Irony?  Satire?  Tongue-in-cheek?  So old hat. Devo was way ahead of the curve, daring you to suggest that they were anything other than the factory-produced artifacts they claimed to be. Next to them, the Talking Heads looked like art-school posers and the B-52s were simply a party band. Best of all, they were unabashedly American in an era when the U.K. seemed to OWN New Wave music. I adored all those British acts, but I was glad we had at least one band from our side of the ocean, and a lunatic bunch of Midwestern nerds at that.

Sunday, May 17, 2015

"Time Has Come Today" /
The Chambers Brothers

File these guys in the No Easy Category category -- gospel singers (and really brothers) from Mississippi who got into the folk circuit, went electric with Bob Dylan, and brought a distinctive soul emphasis to their 1968 psychedelic hit "Time Has Come Today."

We've heard snippets of this mesmerizing song on movie soundtracks for years (I mean, c'mon, who has the patience to sit through the entire eleven minutes of this song?). But road-tripping this weekend (between my son's graduation and my own college reunion, I logged 764 miles), listening to Sirius Radio's 60s station, I finally sat through the whole thing, and you know what? It blew my mind.

Okay, let's address the elephant in the room. There is one white guy in this band -- drummer Brian Keenan, an English guy who started out playing with Manfred Mann. And I have to say, this brilliant track is totally anchored by the eerie tempo-shifting drumming.

The rest of the band, the four Chambers Brothers from Mississippi, had already signaled their intentions to move beyond the gospel circuit by moving to L.A. in the early 1960s, where they played at the Ash Grove and, with a little push from Pete Seeger, played at the 1965 Newport Folk Festival. The next stop was probably inevitable: moving to New York City, which is round about when Keenan joined the band.

1968: That was a great year for rewriting all the rules. Sandwiched between the Summer of Love and Woodstock, 1968 found everybody scrambling out of those genre boxes, mixing folk and rock and soul and blues and gospel and jazz and whatever else you had to play. Our ears were open and our sensibilities were remarkably eclectic.  

In my (admittedly fuzzy) memories of this track from the time, I don't think I had any idea whether the musicians were black or white. Why would it matter?  It's not a song you should think about too deeply -- it's all about submitting to the experience, to the tempo changes, to the echo-chambered background vocals, to the Hendrix-like half-sung testifying of the verses. When it came on the radio, you just knew you were in for a spacey few minutes.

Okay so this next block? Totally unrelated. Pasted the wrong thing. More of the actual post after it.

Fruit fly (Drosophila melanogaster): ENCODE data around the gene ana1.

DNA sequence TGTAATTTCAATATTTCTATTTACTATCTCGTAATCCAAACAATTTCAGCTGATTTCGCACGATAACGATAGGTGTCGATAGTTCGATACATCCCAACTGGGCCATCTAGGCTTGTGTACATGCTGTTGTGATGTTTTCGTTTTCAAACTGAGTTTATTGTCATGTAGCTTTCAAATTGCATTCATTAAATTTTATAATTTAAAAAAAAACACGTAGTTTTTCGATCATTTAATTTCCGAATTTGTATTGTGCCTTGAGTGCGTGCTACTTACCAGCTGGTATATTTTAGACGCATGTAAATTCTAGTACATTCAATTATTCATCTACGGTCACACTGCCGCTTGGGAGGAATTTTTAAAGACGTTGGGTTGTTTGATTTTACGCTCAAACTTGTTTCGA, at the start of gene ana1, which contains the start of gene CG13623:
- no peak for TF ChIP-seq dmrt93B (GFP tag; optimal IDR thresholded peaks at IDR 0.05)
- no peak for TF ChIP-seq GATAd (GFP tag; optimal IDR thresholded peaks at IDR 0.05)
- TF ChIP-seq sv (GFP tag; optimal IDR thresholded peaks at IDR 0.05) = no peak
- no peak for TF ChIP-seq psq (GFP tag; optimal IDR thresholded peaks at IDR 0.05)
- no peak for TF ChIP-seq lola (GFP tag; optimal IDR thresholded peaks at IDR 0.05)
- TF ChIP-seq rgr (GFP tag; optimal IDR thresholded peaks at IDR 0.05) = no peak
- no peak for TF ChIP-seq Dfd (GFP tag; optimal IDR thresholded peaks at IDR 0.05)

But put this up against other long-form singles of the time, like "Inna Gadda Da Vida" or the folky "Alice's Restaurant," and I think the Chambers Brothers more than hold their own. It's mesmerizing without being boring; the instrumental solos don't seem endless and repetitive; and, I don't know about you, but I feel pleasantly on the edge of my seat waiting for that timekeeper drummer to slow down or speed up.  There's an edge of spookiness, but it doesn't belabor the mind-blowing factor. Just submit to the (live, human, totally not drum-machined) beat, and go where it takes you.

Because, hey, wow man, why not?  

Thursday, May 14, 2015

"Lady Doctor" /
Graham Parker & The Rumour

Ah, the earworm gods have a logic all their own.  Why this song?  Why now?  There's no rhyme or reason -- but I am not complaining.

It's remarkable, really, that Graham Parker's sound was already so well-forged on Howlin' Wind, his 1976 debut album with The Rumour.  They still do this song in concert, and it sounds as fresh as ever -- that strolling bluesy beat, the loungey soul-infused syncopation, and Graham's trademark bit o' sass. It's not a message song, not a searing autobiographical statement, not a tender love song. It's just a swinging song that hits its mark, over and over again, and I wouldn't change a note of it.  

I'd like to believe there's a feminist note here -- in 1976, women physicians were still more the exception than the rule, and I'm sure back then there were people who refused to be treated by a female doctor. But the lady doctor that Graham's going to isn't entirely valued for her, er, medical ability. (After all, the refrain reminds us that "there ain't nothing wrong with me.") 

She's clearly a babe in a white coat, and his crush on her could so easily seem creepy. But that's one of the things I love about Graham Parker -- his unerring light touch, never crossing the line between cheekiness and bad taste.  The wink-wink puns are there  ("I went in with a heart burn," "be a patient patient") along with the euphemisms ("stretch right out on that couch," "get under the stethoscope") but his playful vocals make it clear he's just having fun. 

And the fun is infectious.

All the vintage soul signifiers are there -- the horn section, the sax solo, the sneaky guitar riffs, the lead singer's testifying drawl.  In 1976, no less, when the music scene was mostly folk rock and punk squaring off at each other, while heavy metal and prog rock hunkered in their caves.  But here's Graham Parker, on his very first album, mapping a new road, with The Rumour oh so ably driving the bus. What's not to love?

Thank you, earworm gods.